What Is a Tricuspid Valve Repair?

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  • Written By: Meshell Powell
  • Edited By: Melissa Wiley
  • Last Modified Date: 21 April 2018
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Tricuspid valve repair is a surgical procedure that may be used when the tricuspid valve of the heart does not function properly. The traditional method for this type of procedure involves open heart surgery, although less invasive procedures may be appropriate for some situations. A synthetic ring may be placed around the valve to make it stronger, or if some of the tissue has become fused together, it may be surgically separated during the tricuspid valve repair procedure. Most repairs last for 10 years or more before needing to be repeated, although some procedures are not successful and require additional surgery to replace the damaged valve. Questions or concerns about tricuspid valve repair and its associated benefits or risks should be discussed with a doctor or other medical professional.

There are several medical conditions and situations that may cause the tricuspid valve to fail to open and close improperly, including rheumatoid arthritis, radiation therapy, and rheumatic fever. Some of the symptoms that may develop when this heart valve is no longer functioning the way it should include fatigue, abdominal swelling, and a decrease in the amount of urine produced by the body. This type of valve failure is referred to as tricuspid valve regurgitation and often requires surgical intervention designed to repair the dysfunctional valve.


Open heart surgery has traditionally been the preferred method of tricuspid valve repair, requiring a large incision and the use of a heart-lung machine to keep the patient alive during the procedure. Less invasive options are now available in some situations, allowing for a faster recovery and fewer complications. Excessive bleeding, infection, and valve failure are potential risks of tricuspid valve repair surgery. A synthetic ring is usually used to surround the defective valve, thus strengthening the valve and preserving the proper shape and function so that blood flows properly. In some cases, tissue fibers that have become fused together may be separated as part of the repair process.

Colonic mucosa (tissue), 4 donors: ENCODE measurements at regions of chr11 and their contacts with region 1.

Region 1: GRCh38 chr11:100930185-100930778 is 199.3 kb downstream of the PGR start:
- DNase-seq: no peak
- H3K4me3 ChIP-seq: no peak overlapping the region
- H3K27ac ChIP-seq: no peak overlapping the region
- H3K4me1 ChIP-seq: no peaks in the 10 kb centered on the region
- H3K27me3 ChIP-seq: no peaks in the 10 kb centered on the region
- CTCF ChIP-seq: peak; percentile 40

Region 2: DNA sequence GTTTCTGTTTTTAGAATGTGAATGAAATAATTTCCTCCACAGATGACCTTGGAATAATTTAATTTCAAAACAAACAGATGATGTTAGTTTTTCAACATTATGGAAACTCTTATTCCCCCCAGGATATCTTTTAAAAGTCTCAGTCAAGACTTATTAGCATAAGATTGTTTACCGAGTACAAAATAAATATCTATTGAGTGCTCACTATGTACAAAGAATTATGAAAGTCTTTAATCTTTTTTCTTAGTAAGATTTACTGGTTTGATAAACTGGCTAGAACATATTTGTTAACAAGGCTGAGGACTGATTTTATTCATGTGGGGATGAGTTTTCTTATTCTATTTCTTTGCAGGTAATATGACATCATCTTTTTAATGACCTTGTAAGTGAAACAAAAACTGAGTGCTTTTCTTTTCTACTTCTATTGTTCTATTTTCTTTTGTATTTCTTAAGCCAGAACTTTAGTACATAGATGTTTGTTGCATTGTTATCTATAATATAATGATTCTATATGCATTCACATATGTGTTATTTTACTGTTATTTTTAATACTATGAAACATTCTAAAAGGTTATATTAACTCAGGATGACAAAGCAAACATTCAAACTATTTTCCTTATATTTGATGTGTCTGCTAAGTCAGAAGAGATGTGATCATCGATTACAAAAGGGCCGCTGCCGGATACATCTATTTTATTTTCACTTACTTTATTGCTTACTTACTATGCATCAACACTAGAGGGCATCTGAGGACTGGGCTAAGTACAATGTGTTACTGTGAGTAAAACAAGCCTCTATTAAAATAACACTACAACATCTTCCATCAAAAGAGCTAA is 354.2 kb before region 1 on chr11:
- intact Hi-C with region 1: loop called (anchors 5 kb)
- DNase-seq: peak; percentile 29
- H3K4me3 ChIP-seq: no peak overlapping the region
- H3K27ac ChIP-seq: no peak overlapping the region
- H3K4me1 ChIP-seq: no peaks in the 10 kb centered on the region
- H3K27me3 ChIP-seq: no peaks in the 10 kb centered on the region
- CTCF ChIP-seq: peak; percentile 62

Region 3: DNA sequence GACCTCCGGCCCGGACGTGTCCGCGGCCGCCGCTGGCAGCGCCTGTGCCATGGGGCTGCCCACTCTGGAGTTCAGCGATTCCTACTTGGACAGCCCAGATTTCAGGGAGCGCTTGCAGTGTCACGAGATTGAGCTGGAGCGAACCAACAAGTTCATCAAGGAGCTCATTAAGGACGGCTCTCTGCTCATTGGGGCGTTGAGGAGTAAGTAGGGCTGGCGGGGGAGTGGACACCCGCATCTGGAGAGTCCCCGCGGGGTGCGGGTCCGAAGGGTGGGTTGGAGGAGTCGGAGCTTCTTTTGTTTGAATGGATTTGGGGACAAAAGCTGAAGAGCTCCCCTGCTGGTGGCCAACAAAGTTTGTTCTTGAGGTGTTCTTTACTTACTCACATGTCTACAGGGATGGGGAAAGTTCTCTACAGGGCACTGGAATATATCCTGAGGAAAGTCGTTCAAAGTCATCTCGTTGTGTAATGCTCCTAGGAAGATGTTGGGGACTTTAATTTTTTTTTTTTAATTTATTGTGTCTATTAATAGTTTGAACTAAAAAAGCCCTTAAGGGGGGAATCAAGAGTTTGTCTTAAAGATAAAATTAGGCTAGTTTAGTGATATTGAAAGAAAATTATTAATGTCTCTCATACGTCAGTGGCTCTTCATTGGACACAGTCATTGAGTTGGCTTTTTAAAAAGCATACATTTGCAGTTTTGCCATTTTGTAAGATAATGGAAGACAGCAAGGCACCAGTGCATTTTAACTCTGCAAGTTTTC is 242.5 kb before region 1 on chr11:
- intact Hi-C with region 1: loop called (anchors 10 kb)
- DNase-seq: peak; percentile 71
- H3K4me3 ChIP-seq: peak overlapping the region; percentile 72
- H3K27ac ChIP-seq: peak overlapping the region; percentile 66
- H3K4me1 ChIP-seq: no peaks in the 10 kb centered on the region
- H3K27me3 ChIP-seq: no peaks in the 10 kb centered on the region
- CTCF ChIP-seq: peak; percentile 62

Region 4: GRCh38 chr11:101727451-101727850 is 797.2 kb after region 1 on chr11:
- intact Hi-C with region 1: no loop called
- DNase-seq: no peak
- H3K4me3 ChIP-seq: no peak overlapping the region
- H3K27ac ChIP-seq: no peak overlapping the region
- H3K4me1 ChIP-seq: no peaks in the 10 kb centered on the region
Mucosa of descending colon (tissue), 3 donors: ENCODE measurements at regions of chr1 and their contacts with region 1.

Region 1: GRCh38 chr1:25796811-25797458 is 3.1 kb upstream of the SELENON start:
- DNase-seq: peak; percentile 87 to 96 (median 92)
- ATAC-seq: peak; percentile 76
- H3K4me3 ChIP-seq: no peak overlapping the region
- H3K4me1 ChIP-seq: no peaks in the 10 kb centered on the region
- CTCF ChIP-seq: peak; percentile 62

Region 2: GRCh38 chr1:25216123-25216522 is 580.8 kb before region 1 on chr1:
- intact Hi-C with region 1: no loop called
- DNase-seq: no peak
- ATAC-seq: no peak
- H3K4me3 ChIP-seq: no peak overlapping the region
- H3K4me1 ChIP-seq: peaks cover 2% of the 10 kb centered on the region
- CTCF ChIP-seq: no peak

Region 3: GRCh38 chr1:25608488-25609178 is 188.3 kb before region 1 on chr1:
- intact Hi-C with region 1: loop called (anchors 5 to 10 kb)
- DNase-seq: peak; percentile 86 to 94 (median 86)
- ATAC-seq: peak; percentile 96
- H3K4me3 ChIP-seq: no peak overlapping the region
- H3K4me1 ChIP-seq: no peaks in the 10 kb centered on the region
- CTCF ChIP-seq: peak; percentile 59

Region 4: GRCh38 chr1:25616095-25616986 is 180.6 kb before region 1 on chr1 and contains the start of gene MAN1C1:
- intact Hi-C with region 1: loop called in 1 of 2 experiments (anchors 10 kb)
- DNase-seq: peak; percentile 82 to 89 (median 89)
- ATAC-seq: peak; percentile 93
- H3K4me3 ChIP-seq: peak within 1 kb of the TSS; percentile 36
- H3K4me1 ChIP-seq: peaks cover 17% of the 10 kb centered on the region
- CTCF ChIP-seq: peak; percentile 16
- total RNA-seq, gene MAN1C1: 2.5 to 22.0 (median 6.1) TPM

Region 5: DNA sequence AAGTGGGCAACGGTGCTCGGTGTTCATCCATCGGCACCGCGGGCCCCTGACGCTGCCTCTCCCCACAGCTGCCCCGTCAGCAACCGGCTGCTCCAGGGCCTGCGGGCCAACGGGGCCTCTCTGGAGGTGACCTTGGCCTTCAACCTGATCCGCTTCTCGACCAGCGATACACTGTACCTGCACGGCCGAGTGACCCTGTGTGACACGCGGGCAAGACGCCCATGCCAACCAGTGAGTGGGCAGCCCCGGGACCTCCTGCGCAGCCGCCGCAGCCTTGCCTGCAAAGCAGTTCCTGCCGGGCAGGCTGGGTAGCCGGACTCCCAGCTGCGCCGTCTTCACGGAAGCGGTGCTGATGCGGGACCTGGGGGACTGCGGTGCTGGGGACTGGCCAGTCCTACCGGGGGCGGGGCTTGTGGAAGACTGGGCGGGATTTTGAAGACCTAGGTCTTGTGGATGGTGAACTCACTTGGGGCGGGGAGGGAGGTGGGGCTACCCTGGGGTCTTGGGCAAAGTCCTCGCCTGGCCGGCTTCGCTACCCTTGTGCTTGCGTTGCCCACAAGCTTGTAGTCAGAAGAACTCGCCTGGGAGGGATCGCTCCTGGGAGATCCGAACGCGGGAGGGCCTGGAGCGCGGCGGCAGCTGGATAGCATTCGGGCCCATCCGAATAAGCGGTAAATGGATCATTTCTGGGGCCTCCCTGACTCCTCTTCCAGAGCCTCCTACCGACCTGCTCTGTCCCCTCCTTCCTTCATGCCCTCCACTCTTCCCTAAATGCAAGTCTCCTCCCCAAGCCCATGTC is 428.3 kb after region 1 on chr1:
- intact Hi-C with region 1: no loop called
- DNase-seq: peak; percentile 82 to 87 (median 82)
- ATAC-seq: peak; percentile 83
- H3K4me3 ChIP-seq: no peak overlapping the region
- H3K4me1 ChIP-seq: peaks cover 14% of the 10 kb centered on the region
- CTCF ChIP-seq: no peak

Most tricuspid valve repair surgeries are successful and may not need to be repeated for 10 years or more. In cases where the procedure does not provide the desired results, the valve is often replaced completely. Signs of a failed tricuspid valve repair are essentially the same as the original symptoms leading to the surgery. Medical issues such as congestive heart failure, coronary artery disease, or rheumatic fever may significantly affect the overall success of the procedure.



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